skipkent writes with news that Britain is planning to use high-tech, non-lethal sonic weapons to provide security at the Olympics this summer. The Ministry of Defense says they intend to use the devices primarily as giant loudspeakers. But if they find themselves in need of a way to disperse crowds, the weapons can project sound up to 150 decibels, causing physical pain within a few hundred meters. "It has been successfully used aboard ships to repel Somali pirates." The maximum range for alarms and warnings is 3km. "Police and military planners say they are preparing for a range of security threats at the Olympics including protesters trying to disrupt events and attacks using hijacked airliners."

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Engineer Thinks We Could Build a Real Starship Enterprise In 20 Years
Posted by News Fetcher on May 12 '12 at 07:30 AM
By Soulskill from Slashdot's to-boldly-go department:
Nancy_A writes "An engineer has proposed — and outlined in meticulous detail — building a full-sized, ion-powered version of the starship Enterprise. The ship would be based on current technology, and would take about 20 years to construct, at a cost of roughly $1 trillion. 'We have the technological reach to build the first generation of the spaceship known as the USS Enterprise – so let's do it,' writes the curator of the Build The Enterprise website, who goes by the name of BTE-Dan."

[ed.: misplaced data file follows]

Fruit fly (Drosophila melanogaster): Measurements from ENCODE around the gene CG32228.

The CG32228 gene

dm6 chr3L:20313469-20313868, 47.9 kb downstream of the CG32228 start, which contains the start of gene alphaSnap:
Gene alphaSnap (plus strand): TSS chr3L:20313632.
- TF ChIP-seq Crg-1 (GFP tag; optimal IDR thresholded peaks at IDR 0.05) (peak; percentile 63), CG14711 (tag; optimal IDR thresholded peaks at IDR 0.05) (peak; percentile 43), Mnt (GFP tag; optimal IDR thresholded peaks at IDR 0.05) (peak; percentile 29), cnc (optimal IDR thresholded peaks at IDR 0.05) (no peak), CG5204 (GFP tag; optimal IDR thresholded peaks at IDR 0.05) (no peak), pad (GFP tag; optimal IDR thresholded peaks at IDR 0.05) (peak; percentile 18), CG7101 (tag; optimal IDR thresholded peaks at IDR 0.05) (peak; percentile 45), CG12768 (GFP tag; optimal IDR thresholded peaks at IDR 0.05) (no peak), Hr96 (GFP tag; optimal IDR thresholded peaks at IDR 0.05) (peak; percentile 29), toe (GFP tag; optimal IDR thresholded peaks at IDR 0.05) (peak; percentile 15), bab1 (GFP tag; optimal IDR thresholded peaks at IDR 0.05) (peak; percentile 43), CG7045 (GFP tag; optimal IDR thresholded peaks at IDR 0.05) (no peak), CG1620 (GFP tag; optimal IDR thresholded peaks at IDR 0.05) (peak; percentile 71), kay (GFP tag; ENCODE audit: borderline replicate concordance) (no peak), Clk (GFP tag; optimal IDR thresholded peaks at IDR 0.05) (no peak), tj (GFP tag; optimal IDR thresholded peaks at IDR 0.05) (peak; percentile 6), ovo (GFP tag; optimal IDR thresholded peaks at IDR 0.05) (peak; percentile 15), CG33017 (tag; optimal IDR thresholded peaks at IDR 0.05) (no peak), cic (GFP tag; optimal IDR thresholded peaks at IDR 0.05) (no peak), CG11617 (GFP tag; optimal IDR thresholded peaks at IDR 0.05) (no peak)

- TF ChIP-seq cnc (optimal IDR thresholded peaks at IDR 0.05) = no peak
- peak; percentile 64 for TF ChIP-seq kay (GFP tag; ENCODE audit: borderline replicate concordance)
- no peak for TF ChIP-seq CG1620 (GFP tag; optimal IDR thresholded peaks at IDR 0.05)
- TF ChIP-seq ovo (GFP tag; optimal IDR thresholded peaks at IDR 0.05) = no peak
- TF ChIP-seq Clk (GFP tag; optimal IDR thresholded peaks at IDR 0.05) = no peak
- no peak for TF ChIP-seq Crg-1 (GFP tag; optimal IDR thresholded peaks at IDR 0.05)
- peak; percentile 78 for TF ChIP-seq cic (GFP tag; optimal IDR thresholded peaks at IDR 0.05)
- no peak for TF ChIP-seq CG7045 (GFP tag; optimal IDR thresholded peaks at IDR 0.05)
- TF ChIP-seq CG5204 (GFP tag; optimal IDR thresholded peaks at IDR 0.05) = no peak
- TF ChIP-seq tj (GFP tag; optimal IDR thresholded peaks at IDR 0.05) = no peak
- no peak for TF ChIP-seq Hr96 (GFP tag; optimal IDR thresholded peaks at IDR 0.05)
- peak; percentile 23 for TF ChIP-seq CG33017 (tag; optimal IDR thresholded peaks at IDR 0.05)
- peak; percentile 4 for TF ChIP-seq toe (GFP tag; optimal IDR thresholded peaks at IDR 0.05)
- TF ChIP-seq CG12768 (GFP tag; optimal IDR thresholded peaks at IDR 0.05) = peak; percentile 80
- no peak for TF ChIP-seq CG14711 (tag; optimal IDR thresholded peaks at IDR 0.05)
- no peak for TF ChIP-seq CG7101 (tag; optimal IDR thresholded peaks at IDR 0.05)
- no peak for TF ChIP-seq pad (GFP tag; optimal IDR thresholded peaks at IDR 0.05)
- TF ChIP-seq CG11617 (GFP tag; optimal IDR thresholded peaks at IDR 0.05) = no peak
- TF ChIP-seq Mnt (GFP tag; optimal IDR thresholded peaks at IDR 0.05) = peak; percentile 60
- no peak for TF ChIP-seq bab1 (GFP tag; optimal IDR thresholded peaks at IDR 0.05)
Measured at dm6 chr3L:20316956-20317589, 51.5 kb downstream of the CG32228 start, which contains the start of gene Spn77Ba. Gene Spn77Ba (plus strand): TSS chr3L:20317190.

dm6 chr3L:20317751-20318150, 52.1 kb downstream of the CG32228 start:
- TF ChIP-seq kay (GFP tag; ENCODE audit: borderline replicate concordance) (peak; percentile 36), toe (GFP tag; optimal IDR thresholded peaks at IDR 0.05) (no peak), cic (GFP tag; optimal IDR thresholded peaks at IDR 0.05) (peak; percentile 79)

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Judge Who Ordered Pirate Bay Censorship Found To Be Corrupt
Posted by News Fetcher on May 12 '12 at 06:30 AM
By Soulskill from Slashdot's conflict-of-interest department:
TheGift73 writes "TorrentFreak reports that 'This week yet another court order was handed down in Europe with the aim of censoring The Pirate Bay. The ruling forbids the Dutch Pirate Party from not only running a direct proxy, but also telling people how to circumvent an earlier court ordered blockade. However, according to Pirate Party founder Rick Falkvinge, the judge in the case has a history of corruption relating to another file-sharing case he presided over in the Netherlands. The Court of The Hague in the Netherlands has been particularly busy this work with Pirate Bay-related cases.' Falkvinge wrote, '... not only was the plaintiff and judge personally and closely acquainted, the plaintiff in a controversial copyright monopoly case was running a commercial anti-piracy outfit together with the judge in the case. Money was involved. Commercial interest was involved. The judge was, as it appears from this brochure for the quite expensive course, getting money. Shortly after the case. In a directly related matter together with the plaintiff. That makes the judge not only corrupt, but textbook corrupt.'"